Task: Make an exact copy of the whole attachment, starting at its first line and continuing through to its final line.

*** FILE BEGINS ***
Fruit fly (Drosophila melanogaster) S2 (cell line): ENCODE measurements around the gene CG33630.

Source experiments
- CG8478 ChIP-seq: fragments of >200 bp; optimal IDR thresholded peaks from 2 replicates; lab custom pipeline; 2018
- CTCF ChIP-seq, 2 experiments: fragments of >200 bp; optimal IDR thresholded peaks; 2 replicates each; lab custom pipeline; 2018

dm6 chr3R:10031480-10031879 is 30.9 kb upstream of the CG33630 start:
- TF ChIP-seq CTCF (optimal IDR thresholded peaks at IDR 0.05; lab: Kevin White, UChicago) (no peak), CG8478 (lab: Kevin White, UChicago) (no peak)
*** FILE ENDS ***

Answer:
Fruit fly (Drosophila melanogaster) S2 (cell line): ENCODE measurements around the gene CG33630.

Source experiments
- CG8478 ChIP-seq: fragments of >200 bp; optimal IDR thresholded peaks from 2 replicates; lab custom pipeline; 2018
- CTCF ChIP-seq, 2 experiments: fragments of >200 bp; optimal IDR thresholded peaks; 2 replicates each; lab custom pipeline; 2018

dm6 chr3R:10031480-10031879 is 30.9 kb upstream of the CG33630 start:
- TF ChIP-seq CTCF (optimal IDR thresholded peaks at IDR 0.05; lab: Kevin White, UChicago) (no peak), CG8478 (lab: Kevin White, UChicago) (no peak)